ISSN: 2455-4634
International Journal of Oral and Craniofacial Science
Case Report       Open Access      Peer-Reviewed

The erosion/infiltration technique made by a polymer based on TEGDMA to mask the white lesions of the tooth

Jean-Pierre Attal1,2*, Gil Tirlet3, Philippe François1,4, Elisa Caussin1,4 and Elisabeth Dursun1,5

1Innovative Dental Materials and Interfaces Research Unit (URB2i, UR4462), Faculty of Dentistry, Paris Cité University, 1 rue Maurice Arnoux, 92120 Montrouge, France
2Charles Foix Hospital, 7 avenue de la République, 94200 Ivry-sur-Seine, France
3Private Practice, 280 Boulevard Raspail, Paris, France
4Bretonneau Hospital, 23 Rue Joseph de Maistre, 75018 Paris, France
05Henri Mondor Hospital, 1 Rue Gustave Eiffel, 94000 Créteil, France
*Corresponding author: Jean-Pierre Attal, Innovative Dental Materials and Interfaces Research Unit (URB2i, UR4462), Faculty of Dentistry, Paris Cité University, 1 rue Maurice Arnoux, 92120 Montrouge, France, Tel: +33612768080; E-mail: jean-pierre.attal@u-paris.fr
Received: 11 August, 2022 | Accepted: 01 September, 2022 | Published: 02 September, 2022

Cite this as

Attal JP, Tirlet G, François P, Caussin E, Dursun E (2022) The erosion/infiltration technique made by a polymer based on TEGDMA to mask the white lesions of the tooth. Int J Oral Craniofac Sci 8(2):023-025. DOI: 10.17352/2455-4634.000055

Copyright License

© 2022 Attal JP, et al. This is an open-access article distributed under the terms of the Creative Commons Attribution License, which permits unrestricted use, distribution, and reproduction in any medium, provided the original author and source are credited.

It is common to observe anterior teeth that present white opacities of enamel in relation to hypomineralization. These lesions alter social life of children and adults. There is a recent non-invasive treatment that can remove these stains without loss of substance, keeping tooth structure intact. This treatment modifies the optical properties of the white spot by infiltrating a polymer based on trimethylene glycol dimethacrylate (TEGDMA). This short article presents a method called erosion/ infiltration, which our team first described. Dentists must be aware of it, in order to treat patients with either fluorosis, MIH or trauma, so that much more invasive treatments such as veneers and crown can be avoided.

Introduction

Enamel white spot lesions on anterior teeth are frequent and can impact patients’ quality of life whether among children [1] or adults when they alter the smile. Their prevalence on the teeth, although difficult to quantify, is high. Several dental anomalies can cause these defects: fluorosis; molar incisor hypomineralization; medicine intake during enamel mineralization; traumas; or initial caries.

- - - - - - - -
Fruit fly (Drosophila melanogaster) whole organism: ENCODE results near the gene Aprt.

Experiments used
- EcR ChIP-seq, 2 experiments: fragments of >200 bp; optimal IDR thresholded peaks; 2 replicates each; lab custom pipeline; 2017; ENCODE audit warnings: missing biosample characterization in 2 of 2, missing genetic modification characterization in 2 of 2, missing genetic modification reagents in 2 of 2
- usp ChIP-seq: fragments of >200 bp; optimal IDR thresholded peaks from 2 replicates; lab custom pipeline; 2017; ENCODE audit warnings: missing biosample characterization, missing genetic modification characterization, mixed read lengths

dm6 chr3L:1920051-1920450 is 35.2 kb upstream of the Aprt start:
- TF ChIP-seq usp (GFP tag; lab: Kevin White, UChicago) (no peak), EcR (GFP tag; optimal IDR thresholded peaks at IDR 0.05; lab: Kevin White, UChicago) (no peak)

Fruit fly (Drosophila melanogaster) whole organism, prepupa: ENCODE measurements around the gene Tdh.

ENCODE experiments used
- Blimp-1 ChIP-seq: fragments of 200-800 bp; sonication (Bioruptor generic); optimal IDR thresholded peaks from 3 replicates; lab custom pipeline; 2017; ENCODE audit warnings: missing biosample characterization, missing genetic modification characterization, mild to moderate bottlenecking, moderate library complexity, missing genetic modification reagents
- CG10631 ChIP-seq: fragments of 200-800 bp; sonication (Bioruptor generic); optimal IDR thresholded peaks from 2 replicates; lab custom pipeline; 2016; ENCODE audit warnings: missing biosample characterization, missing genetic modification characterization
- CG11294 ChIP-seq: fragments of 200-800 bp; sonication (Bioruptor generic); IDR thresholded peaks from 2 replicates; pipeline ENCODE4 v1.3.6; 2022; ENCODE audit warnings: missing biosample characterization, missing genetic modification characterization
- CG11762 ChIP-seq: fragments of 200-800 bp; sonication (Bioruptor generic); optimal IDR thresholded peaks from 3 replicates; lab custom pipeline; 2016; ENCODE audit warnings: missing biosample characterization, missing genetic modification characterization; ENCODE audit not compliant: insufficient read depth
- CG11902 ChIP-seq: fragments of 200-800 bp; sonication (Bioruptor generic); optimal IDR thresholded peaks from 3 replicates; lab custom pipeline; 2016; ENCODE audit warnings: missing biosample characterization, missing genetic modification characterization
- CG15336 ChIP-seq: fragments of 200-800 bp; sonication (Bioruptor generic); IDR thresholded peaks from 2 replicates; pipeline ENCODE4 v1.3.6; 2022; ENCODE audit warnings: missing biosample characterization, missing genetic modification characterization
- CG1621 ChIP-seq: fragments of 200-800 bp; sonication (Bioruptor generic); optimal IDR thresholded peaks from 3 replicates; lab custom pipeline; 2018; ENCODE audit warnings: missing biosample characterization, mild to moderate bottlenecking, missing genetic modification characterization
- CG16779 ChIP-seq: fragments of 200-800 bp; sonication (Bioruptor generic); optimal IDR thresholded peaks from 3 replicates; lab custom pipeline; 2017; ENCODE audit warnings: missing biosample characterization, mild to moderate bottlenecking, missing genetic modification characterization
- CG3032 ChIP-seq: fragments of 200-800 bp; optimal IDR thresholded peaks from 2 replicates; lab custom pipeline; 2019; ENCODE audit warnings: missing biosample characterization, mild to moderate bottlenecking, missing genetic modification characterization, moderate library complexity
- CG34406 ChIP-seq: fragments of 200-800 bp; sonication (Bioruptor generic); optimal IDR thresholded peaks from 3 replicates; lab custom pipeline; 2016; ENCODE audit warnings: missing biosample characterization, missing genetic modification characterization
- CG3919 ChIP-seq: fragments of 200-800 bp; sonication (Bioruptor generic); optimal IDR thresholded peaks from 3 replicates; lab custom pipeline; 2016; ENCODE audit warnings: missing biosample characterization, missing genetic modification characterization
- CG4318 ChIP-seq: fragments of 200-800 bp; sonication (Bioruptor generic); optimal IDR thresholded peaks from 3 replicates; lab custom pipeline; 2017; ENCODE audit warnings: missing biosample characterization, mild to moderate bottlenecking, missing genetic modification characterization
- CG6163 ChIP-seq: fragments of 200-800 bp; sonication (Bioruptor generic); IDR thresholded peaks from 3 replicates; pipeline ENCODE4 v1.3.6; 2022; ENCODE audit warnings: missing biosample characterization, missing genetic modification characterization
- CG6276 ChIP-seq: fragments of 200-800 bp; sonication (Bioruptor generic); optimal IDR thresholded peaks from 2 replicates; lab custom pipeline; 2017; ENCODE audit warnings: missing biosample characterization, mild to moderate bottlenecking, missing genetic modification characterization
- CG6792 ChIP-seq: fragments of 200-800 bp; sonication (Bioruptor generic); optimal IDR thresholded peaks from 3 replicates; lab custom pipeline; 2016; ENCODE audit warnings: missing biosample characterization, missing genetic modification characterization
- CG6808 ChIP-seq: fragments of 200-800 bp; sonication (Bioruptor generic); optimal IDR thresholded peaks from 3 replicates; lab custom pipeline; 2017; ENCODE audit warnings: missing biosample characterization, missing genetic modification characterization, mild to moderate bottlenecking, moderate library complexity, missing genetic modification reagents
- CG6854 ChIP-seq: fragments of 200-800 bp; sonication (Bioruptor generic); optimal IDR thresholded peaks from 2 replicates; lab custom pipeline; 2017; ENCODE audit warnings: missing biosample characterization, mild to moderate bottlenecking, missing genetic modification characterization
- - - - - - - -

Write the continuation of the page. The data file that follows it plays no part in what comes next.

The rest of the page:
Several techniques have been proposed to treat spots in the anterior region (remineralization, controlled microabrasion, laminate veneers, crown...). In this article, however, we will focus on the technique that we called ‘erosion/infiltration’ and that we described [2,3], a decade ago for treating fluorosis - and trauma-related lesions, which are most often superficial lesions in nature. Contrary to the treatments frequently proposed by dentists which are invasive including an important loss of substance (ceramic laminate veneers or even crown), the proposed strategy is not based on the elimination of enamel, but on masking the lesion by infiltrating the porous subsurface enamel with a polymer based on TEGDMA that has a refraction index close to sound enamel’s, after permeating the non- porous surface enamel through hydrochloric acid erosion. The aim of this short article was to present this very conservative treatment to treat these lesions.

Origin and principle of the technique

Erosion/infiltration is a technique that was proposed when a new product (Icon-DMG), designed to stop caries in the posterior segment, was launched on the market [4]. The first step, involving superficial demineralization by application of 15% hydrochloric acid solution, opens up the access to the hypomineralized lesion. Then, in a second stage, an extremely fluid TEGDMA-based polymer is infiltrated into the body of the lesion. As a result, this infiltration masks the white spot on the enamel, making this technique a new treatment for masking initial carious lesion [5] when took at an early stage [6]. Our team has extended the technique first described by Paris and Meyer Lueckel [5] to mask white carious lesions to others hypomineralization lesions (trauma, fluorosis) [3]. The explanation of the efficiency of this technique is a simple physical one: the white spot results of a complex optical phenomenon whereby an optical maze is formed within the lesion and contributes to the reflection of incident light (Figure 1).